He's in semi-retirement, now, after having made new fans and admirers even past the Groovy Age (well into the 1990s). Sal has always stood for quality comics. Sal, we salute you, pal!!

--Agent Out!

Friday, June 23, 2006


No, not the song by the Classics IV. Not even the lovely elemental mutant from the X-Men. The real thing--thunder-boomers! Too many of 'em to stay online for long, so enjoy the pic and seeya next week!

--Agent Out!

Thursday, June 22, 2006

What Made Comics Groovy! Part 4: F.O.O.M.

In late 1972/early 1973, Marvel Comics created the greatest comicbook fan-club ever, F.O.O.M. (Friends Of Ol' Marvel). Li'l Groovy Agent was a charter member, sending off his $2.50 before the ink was dry on the comic the first ad appeared in.

Oh, what wonders I beheld the fateful day the mailman delivered my membership kit! I was greeted by an envelope completely covered with the Incredible Hulk's face (the mailing label was in his mouth!)! Wild! I ripped that sucker open to get to the more important goodies inside: a "gold-finished" membership card, several stickers featuring the Thing, the Sub-Mariner and other heroes, and the fabulous official F.O.O.M. poster! But that wasn't all. Nope, the first issue of F.O.O.M. magazine was hiding in there amongst all the other goodies. I could see Smilin' Stan Lee's face (portrait courtesy Steranko) peepin' out at me! I'd read Marvel and worshipped the Bullpen like most kids on my block did, but this was the first time I had an inkling of what they looked like. Inside, the first (and most every) issue was info on and pics of various members of the Marvel Bullpen. It was a thrill to get to see what my real-life comicbook heroes looked like. Also in every issue of F.O.O.M. magazine were tons of preview covers and news (kind of like Previews or the internet comics sites), hero histories, conceptual art, rejected covers, puzzles and games, contests ( I entered the create-a-hero contest--didn't win, of course, but did get my name printed in a list with other contestants on the inside back cover of ish 3). It was enough to make a comics fiend like li'l Groove go even nuttier over comics than before. And the covers! What covers F.O.O.M. magazine had! Words can't describe them--you'll just have to see them for yourself! And in case you're wondering, the back covers weren't too shabby, either! See?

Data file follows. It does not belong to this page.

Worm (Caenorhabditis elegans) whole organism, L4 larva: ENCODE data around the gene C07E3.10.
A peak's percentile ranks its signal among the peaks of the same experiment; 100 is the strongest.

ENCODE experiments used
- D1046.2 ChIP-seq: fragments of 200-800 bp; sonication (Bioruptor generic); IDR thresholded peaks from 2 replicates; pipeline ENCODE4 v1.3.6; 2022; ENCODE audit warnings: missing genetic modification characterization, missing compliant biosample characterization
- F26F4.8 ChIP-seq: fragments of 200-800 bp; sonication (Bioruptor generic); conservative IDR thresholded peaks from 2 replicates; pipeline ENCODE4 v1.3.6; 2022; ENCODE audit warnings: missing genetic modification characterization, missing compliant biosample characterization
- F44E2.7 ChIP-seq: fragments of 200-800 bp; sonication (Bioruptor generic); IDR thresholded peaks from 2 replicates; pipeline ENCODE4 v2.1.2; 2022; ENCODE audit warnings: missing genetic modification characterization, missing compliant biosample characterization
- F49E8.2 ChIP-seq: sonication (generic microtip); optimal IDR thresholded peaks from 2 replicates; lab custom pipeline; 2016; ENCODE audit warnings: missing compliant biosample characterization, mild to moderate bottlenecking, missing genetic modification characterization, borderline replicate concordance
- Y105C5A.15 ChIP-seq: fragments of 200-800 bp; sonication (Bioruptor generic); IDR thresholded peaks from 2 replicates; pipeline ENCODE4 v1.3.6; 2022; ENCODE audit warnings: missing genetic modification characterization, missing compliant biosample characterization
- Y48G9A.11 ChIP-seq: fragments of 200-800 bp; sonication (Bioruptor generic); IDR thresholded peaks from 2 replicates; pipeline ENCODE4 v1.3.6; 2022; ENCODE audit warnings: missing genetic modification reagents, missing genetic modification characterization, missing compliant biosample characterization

The thing that made Marvel so cool back in the Groovy Age was the feeling that the Bullpen were your friends. That you were part of something great. F.O.O.M. took that feeling and made it official--if you were a part of F.O.O.M. you were a part of something great! No one else but a full-fledged got inside information like we saw in the magazine. None but a could enter the contests, join the forum (yeah, they had a reader's forum in the mag), and crack the secret codes (from the Bullpen Bulletin pages). Only F.O.O.M.ers had the heads up on what was going to happen months down the road. (Now the doors are flung wide open for the whole world to see--doesn't seem as much fun that way. But I digress...)